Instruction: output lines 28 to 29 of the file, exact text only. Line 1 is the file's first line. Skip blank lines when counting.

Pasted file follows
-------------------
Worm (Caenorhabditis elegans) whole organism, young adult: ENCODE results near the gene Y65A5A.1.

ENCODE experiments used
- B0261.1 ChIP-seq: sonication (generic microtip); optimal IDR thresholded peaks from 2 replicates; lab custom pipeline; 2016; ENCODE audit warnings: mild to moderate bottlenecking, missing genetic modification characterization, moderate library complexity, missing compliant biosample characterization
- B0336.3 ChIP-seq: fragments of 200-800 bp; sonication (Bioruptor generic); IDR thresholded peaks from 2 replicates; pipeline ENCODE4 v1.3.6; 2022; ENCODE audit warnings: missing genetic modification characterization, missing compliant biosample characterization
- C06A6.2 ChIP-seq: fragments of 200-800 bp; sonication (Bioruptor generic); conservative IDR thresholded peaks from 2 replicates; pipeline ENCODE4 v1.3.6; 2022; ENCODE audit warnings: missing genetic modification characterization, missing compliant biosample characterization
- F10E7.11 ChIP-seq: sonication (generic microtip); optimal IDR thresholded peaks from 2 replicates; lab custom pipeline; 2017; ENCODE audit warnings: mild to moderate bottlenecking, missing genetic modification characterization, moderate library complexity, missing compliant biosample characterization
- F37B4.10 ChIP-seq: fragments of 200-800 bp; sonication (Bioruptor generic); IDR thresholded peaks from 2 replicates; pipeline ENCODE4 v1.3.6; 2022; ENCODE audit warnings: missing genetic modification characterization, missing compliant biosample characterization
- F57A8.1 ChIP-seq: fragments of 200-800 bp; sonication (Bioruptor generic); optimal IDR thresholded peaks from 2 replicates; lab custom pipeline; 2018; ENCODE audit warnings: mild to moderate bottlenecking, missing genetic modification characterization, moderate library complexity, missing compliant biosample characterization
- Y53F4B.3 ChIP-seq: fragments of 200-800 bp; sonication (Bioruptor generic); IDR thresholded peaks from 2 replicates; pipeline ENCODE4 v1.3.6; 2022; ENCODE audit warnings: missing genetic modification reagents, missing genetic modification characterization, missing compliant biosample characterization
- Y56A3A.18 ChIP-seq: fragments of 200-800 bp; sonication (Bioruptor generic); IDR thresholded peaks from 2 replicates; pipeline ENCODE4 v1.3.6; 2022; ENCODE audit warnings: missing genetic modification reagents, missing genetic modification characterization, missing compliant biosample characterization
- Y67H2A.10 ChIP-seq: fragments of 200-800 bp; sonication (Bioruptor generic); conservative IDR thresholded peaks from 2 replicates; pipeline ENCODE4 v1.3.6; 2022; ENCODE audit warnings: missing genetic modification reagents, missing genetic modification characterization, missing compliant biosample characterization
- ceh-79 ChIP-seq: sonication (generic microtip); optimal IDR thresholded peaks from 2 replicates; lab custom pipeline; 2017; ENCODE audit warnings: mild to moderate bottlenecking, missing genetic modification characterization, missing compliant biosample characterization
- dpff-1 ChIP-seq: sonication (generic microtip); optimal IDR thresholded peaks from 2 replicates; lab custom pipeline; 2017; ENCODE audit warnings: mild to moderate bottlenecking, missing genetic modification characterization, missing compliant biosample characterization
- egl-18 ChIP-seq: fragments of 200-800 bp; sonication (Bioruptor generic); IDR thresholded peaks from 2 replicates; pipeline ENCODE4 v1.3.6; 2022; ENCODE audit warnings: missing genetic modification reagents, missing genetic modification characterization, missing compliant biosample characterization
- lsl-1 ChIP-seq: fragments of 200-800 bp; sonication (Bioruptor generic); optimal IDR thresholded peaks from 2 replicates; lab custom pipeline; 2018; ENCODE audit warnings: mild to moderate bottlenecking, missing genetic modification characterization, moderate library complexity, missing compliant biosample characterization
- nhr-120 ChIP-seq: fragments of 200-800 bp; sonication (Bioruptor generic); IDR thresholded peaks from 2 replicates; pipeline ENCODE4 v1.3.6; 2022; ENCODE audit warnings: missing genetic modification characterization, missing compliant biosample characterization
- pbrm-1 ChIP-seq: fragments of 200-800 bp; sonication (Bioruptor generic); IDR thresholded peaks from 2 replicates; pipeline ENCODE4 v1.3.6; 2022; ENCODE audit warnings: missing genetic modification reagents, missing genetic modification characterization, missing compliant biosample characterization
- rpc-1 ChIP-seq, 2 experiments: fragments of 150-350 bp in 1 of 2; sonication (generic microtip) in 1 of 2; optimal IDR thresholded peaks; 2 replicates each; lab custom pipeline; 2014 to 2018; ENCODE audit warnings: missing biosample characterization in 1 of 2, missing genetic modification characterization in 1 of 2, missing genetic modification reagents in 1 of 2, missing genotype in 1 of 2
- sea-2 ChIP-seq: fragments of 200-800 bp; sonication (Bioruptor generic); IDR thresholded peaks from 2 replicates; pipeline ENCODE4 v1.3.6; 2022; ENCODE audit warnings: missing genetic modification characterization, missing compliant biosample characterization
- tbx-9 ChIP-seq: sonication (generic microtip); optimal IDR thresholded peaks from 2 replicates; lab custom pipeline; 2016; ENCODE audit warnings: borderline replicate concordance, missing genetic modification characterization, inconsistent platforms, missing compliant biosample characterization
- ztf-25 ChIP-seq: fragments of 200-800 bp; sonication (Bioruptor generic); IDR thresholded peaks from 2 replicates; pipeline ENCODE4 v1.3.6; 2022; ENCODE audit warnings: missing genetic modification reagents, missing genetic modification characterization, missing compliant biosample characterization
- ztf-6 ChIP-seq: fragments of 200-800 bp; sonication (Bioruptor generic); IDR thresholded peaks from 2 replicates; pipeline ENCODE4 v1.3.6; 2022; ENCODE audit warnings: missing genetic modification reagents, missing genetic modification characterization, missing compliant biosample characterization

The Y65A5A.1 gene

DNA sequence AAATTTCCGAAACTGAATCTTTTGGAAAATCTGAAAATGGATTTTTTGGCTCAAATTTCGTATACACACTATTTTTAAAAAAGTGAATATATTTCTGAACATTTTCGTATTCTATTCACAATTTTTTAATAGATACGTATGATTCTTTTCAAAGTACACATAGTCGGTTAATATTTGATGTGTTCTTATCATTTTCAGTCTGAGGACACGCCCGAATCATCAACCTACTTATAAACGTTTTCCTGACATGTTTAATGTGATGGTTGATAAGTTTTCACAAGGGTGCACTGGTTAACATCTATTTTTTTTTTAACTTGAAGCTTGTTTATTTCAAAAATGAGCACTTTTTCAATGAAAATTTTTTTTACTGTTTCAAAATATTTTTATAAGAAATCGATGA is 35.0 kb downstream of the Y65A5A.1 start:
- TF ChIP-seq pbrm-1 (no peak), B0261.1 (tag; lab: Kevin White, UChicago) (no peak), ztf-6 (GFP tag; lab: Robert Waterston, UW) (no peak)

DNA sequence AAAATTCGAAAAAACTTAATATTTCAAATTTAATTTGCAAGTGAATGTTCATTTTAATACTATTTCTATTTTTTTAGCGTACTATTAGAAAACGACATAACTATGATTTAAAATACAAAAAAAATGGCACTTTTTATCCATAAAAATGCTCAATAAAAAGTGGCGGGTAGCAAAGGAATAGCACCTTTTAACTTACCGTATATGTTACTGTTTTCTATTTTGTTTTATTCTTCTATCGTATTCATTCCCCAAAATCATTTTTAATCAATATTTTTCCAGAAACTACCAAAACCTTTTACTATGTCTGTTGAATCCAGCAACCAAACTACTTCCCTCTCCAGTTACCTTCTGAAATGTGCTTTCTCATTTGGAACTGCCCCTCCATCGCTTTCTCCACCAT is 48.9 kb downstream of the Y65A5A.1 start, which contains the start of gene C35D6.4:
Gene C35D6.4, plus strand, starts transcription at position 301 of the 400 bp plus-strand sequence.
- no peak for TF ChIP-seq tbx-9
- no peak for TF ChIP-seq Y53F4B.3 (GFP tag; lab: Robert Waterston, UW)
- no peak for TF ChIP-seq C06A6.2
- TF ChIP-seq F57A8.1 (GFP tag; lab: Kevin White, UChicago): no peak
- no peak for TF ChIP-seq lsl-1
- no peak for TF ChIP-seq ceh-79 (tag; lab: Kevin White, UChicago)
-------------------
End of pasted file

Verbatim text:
- no peak for TF ChIP-seq tbx-9
- no peak for TF ChIP-seq Y53F4B.3 (GFP tag; lab: Robert Waterston, UW)